The Bat People
MGM // 1974 // 95 Minutes // Rated PG
The Beast Within
MGM // 1982 // 98 Minutes // Rated R
Reviewed by Judge Christopher Kulik (Retired) // October 31st, 2008
He's on the verge of becoming a man...eater! -- The Beast Within
After the sun has set...after the night wind has died...comes the hour of...The Bat People
You've got to hand it to MGM: they've been really swell about releasing some truly bad films to DVD. Of course, they found a good moniker in Midnite Movies, which gives folks a chance to re-live some memories of going to double bills at the drive-in. For this release, they have brought together two films with no connections whatsoever: 1982's The Beast Within and 1974's The Bat People. Time to turn off the lights...
The Beast Within -- In 1964 Mississippi, a young couple have a car accident near Black Pine Bog. Eli (Ronny Cox, Total Recall) goes to get a tow truck, leaving Caroline (Bibi Besch, Star Trek II: The Wrath Of Kahn) to fend for herself. Without warning, she's raped by some kind of swamp creature, leading to pregnancy. Flash forward 17 years later, and their teenage son Michael (Paul Clemons, They're Playing With Fire) is starting to have strange health problems, symptoms of which cannot be identified or diagnosed by his doctor. His parents are convinced the night of the accident had something to do with it, but little do they know that Michael starts to kill many of the local townspeople, thirsting for their blood. A visit with a pretty girl named Amanda makes Michael have a change of heart, but the beast inside him won't allow it.
The Bat People -- In 1974, a young couple are on their honeymoon in a nondescript Midwestern town. While visiting some caverns, Dr. Johnny Beck (Stewart Moss, Raise The Titanic) and his wife Cathy (Marianne McAndrew, Hello, Dolly!) decide to leave their tour group and do their own spelunking. Unfortunately, a bat bites Dr. Beck's forehead, causing him to have a series of hallucinations and convulsions. Cathy is convinced he's contracted rabies, but Dr. Beck knows all too well that rabies doesn't cause you to transform into a bat-creature in the middle of the night with an appetite for human blood. After a nurse and a pot-smoking trailer girl get killed, the local Sergeant (Michael Pataki, Rocky IV) begins to suspect the Doc may be responsible.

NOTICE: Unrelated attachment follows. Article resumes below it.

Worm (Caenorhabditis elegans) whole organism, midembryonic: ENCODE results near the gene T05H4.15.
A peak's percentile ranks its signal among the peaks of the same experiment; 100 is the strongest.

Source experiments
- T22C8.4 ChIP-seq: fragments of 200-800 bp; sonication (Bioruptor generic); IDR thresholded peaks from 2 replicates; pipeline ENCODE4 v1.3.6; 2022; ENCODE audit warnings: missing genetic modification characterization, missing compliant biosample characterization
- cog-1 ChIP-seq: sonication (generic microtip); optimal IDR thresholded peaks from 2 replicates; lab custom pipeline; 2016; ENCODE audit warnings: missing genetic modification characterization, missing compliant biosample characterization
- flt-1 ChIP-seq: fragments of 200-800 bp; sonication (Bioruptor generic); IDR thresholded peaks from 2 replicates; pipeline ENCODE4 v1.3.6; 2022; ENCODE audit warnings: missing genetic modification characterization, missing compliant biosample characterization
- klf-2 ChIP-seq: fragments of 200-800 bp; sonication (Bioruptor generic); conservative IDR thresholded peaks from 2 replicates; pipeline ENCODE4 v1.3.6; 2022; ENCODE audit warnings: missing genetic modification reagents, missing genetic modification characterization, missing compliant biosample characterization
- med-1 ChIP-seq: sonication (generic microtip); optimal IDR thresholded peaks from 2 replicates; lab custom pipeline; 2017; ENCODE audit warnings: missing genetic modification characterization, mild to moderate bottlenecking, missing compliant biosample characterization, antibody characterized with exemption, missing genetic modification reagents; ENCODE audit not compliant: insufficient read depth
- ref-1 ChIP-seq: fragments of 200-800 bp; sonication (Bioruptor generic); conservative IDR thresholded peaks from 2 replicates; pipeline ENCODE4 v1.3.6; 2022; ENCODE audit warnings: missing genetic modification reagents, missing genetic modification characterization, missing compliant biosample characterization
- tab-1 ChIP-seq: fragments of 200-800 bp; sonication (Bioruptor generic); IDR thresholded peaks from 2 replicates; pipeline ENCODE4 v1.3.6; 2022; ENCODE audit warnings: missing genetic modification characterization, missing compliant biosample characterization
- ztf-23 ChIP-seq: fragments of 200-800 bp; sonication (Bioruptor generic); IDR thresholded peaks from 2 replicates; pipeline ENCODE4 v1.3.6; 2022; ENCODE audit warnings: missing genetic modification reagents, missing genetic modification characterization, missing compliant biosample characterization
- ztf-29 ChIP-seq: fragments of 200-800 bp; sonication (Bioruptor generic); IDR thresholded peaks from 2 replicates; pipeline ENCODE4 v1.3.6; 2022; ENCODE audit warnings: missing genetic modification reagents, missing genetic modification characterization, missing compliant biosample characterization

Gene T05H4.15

Like I said, there are no connections whatsoever...
The plot scenarios should clue you in to the fact these films will only appeal to a certain type of audience: horror and bad film fanatics. As for myself, I must consent to having soft spot for these turkeys and occasionally pop one in for a good laugh. I had seen The Bat People before, long time ago on a cable channel after midnight, but The Beast Within remained elusive to me. The latter is arguably the better of the two films, with a confident budget, an impressive veteran cast, and some eye-popping make-up effects. As for the older feature, well, first things first...
Like most bad horror movies, it's the writing that stinks. Based on a novel by elusive horror writer Edward Levy, Beast was adapted by Tom Holland, his first script outside of television. Granted, I've never read the book, but Holland's inexperience comes through in multiple hits. For one thing, the romance which blossoms between Michael and Amanda is superficial to the hilt...and it happens much too fast, which only results in the viewer not caring about their plight. Secondly, the back-story and identity of the swamp creature is way too far-fetched; plus, it seems to take Holland forever to explain the mystery. On top of all that, even after so much explanation, the film still ends up not making a whole hell lot of sense. Complimenting the ridiculous script is the poor direction of Phillippe Mora (Communion), who acts as if he has no idea what a jump-cut is and opts to linger too much on one person or set-piece.
For what it is, however, The Beast Within does have its little pleasures. The transformation scene near the end is surely the highlight of the piece, with some excellent air bladder effects (which were all the rage after the back-to-back success of The Howling and An American Werewolf In London) courtesy of maestro Tom Burman (The Unseen). Sure, there is no shortage of gore and slime for those that are into that sort of thing, but the film sets its own limits, never getting downright disgusting. Kudos also to Tom Hoerber's grisly make-up, as well as Les Baxter's effectively eerie score, which was not only his last for film, but also one of his personal favorites.